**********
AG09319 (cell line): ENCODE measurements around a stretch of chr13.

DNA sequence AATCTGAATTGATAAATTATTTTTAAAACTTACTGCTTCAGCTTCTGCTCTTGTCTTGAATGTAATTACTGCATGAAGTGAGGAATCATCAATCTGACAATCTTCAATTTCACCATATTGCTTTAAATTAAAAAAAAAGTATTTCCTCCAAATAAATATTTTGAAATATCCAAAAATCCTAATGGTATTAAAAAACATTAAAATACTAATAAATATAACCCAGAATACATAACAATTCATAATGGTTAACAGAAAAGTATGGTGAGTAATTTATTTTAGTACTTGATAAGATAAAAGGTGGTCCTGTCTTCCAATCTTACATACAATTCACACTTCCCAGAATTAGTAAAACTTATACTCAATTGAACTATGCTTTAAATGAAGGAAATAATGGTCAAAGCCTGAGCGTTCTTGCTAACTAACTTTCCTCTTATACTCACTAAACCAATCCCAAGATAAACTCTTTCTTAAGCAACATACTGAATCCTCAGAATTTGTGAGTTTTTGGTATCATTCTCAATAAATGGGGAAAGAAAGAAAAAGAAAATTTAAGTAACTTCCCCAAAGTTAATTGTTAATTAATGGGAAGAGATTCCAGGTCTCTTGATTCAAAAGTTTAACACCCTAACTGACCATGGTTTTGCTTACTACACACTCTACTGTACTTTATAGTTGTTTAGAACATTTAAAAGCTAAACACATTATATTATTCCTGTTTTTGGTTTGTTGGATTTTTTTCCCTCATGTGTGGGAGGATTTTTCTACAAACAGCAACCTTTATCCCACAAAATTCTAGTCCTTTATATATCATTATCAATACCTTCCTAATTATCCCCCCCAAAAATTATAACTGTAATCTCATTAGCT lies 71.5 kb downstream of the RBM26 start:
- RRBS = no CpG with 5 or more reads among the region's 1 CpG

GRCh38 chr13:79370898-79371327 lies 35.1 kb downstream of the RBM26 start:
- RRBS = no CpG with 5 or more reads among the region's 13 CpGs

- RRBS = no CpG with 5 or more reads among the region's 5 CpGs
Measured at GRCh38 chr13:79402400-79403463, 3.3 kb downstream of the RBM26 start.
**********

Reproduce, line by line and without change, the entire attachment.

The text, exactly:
AG09319 (cell line): ENCODE measurements around a stretch of chr13.

DNA sequence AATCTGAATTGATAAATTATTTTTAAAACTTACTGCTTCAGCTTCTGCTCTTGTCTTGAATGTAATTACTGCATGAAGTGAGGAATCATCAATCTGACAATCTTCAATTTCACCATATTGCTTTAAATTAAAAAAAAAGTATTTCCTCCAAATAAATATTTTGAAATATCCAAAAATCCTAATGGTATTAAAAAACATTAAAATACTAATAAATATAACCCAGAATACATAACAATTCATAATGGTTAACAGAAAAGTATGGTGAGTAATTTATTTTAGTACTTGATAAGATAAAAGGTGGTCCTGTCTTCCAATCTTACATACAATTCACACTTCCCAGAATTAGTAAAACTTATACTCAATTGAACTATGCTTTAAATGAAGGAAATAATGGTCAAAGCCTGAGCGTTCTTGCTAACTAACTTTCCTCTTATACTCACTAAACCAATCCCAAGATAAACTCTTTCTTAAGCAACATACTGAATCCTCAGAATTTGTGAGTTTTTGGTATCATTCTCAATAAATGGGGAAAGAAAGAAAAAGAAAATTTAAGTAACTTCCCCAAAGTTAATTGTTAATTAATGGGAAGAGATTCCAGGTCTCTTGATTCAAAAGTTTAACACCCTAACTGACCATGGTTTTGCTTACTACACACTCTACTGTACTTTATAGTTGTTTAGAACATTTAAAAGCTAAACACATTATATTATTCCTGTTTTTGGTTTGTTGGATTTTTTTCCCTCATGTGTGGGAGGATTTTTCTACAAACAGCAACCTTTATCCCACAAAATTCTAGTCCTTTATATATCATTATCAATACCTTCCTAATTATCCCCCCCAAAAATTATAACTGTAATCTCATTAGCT lies 71.5 kb downstream of the RBM26 start:
- RRBS = no CpG with 5 or more reads among the region's 1 CpG

GRCh38 chr13:79370898-79371327 lies 35.1 kb downstream of the RBM26 start:
- RRBS = no CpG with 5 or more reads among the region's 13 CpGs

- RRBS = no CpG with 5 or more reads among the region's 5 CpGs
Measured at GRCh38 chr13:79402400-79403463, 3.3 kb downstream of the RBM26 start.